While it's debatable whether or not this is the golden age of video, television or content, it is undeniably the golden age of choice.
Never have viewers had so many options to watch. Before them exists a vast array of video content ranging from UGC trampoline fails to Robin Wright devouring lushly produced scenes in the Netflix original House of Cards. And the broadcast and cable networks aren't going away anytime soon. Fox's Empire, for example, proved the power of storytelling and riveting character development continues to spring from "traditional" television.
It is a remarkable time to be a viewer when you can't keep up with all the great video content being produced, even as it's increasingly on-demand, binge-enabled and mobile. There is just too much to watch.
As broadcast network upfront wraps this week, following two weeks of more than 30 Web-video presentations during fourth annual Digital Content NewFronts, Adweek is collecting submissions for our third annual Watch Awards, which celebrates Web-based video across production, programming and talent. It will be fascinating to see what is entered, by whom and at what quality threshold.
The world has changed significantly since last DCNF year's presentations. Web-only series have started to win mainstream awards, Facebook and Twitter leaned into video (and will likely change the mode of its monetization within the next year), Comcast last month walked away from its bid to buy Time Warner Cable, as the debate rages over who will control the broadband lifeline over which this content will be delivered. And just this week Verizon announced a bid to purchase AOL, a $4.4 billion deal that will have massive video production and platform implications.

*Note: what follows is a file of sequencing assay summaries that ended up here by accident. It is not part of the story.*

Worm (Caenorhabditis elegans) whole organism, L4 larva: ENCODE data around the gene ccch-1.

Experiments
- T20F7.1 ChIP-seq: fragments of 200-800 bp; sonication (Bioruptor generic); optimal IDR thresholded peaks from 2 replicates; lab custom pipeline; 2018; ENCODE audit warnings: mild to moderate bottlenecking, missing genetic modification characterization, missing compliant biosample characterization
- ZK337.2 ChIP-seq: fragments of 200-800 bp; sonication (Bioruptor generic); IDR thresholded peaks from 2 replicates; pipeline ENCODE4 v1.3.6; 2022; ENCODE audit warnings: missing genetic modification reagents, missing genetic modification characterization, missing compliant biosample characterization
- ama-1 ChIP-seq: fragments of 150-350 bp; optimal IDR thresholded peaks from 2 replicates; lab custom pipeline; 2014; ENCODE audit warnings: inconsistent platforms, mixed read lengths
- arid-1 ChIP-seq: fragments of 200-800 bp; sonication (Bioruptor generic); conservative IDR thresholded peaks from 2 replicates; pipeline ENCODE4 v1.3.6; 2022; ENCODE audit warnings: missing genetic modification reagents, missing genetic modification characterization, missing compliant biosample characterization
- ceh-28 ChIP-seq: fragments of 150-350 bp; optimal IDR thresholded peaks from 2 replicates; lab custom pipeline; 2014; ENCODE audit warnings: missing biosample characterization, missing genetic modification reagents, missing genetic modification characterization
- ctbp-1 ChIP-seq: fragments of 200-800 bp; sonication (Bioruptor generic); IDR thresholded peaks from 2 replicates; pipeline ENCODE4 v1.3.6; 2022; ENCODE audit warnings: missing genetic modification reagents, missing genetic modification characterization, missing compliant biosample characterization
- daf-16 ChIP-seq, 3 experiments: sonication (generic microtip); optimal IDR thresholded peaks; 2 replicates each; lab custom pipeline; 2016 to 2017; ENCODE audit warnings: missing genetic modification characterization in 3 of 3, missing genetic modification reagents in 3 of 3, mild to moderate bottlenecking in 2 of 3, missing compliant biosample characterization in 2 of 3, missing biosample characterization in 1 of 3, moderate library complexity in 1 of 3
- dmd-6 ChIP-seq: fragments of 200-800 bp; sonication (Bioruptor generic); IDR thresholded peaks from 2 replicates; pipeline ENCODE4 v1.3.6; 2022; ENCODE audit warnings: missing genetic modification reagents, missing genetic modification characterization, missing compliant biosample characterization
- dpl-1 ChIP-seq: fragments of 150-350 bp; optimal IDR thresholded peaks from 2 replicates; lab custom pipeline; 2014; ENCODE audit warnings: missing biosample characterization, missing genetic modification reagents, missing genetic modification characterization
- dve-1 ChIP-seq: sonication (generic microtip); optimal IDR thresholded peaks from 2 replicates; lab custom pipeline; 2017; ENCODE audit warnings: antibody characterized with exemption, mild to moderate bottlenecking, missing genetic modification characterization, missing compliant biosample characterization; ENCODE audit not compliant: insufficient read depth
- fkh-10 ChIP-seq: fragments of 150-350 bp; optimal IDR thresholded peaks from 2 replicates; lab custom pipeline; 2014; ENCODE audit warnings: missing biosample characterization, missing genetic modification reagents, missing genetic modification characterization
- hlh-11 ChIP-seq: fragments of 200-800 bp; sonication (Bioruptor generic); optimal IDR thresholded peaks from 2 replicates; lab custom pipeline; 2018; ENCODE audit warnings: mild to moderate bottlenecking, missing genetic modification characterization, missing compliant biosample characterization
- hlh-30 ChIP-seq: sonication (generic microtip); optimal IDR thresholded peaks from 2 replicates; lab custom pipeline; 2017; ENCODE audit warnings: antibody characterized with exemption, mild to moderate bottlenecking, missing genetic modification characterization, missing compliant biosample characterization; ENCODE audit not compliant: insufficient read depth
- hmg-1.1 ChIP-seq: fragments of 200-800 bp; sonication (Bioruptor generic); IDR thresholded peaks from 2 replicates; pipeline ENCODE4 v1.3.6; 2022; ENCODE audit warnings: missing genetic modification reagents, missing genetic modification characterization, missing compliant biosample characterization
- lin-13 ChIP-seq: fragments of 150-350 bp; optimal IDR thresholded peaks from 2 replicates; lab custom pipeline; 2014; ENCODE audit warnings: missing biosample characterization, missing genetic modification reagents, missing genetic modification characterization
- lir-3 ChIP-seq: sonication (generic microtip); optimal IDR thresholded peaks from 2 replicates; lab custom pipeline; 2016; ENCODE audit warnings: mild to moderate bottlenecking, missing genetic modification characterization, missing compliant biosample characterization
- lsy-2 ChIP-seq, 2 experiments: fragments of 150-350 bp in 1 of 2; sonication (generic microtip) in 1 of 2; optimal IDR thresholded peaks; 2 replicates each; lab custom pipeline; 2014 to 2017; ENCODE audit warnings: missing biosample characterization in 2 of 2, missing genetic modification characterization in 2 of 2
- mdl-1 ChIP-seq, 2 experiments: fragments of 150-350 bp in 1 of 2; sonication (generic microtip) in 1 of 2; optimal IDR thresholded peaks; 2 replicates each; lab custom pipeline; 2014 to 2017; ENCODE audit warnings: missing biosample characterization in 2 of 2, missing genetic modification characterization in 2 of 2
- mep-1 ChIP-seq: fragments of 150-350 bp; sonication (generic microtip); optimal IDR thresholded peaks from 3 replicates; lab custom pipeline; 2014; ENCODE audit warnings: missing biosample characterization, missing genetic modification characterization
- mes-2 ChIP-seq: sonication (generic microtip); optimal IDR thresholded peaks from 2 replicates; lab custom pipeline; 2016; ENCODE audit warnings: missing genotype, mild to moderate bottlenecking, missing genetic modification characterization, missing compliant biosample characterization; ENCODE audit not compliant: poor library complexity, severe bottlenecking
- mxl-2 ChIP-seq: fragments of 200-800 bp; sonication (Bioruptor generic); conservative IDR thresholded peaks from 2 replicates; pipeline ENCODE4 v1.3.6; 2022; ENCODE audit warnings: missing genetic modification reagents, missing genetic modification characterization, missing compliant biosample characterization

This is a wild time to be in the business of producing and distributing video content, which also makes it a blast for us to cover. The editors at Adweek saw this new world approaching four years ago and have been the official media partner with the Interactive Advertising Bureau during a time of great creative and commercial change.
IAB president and CEO Randall Rothenberg has posited that while traditional television has always been very adaptable and will continue to survive, the future belongs to nonlinear Web- and mobile-based video. Adweek also partnered with the IAB for a roundtable discussion on the digital video creative and advertising marketplace, featuring five industry execs charting the path forward for their respective companies and clients.
Among the takeaways from that conversation, moderated by IAB svp and general manager of mobile and video Anna Bager: Clearer standards are needed; traditional media companies have the opportunity to create new offerings and revenue streams; and premium content is only so if it authentically engages, and travels with, viewers.
And then, there's content itself which is coming from some unexpected quarters.
For example, Yankee legend Derek Jeter who graced the cover of your recent special video issue, has stepped behind the scenes to create The Players' Tribune, a portal that features content directly from athletes. It will be distributed in partnership with AOL, which is betting big on original digital sports content -- yet another viewing decision to make.
Choice is king.
James Cooper (@jcoopernyc) is the editorial director at Adweek.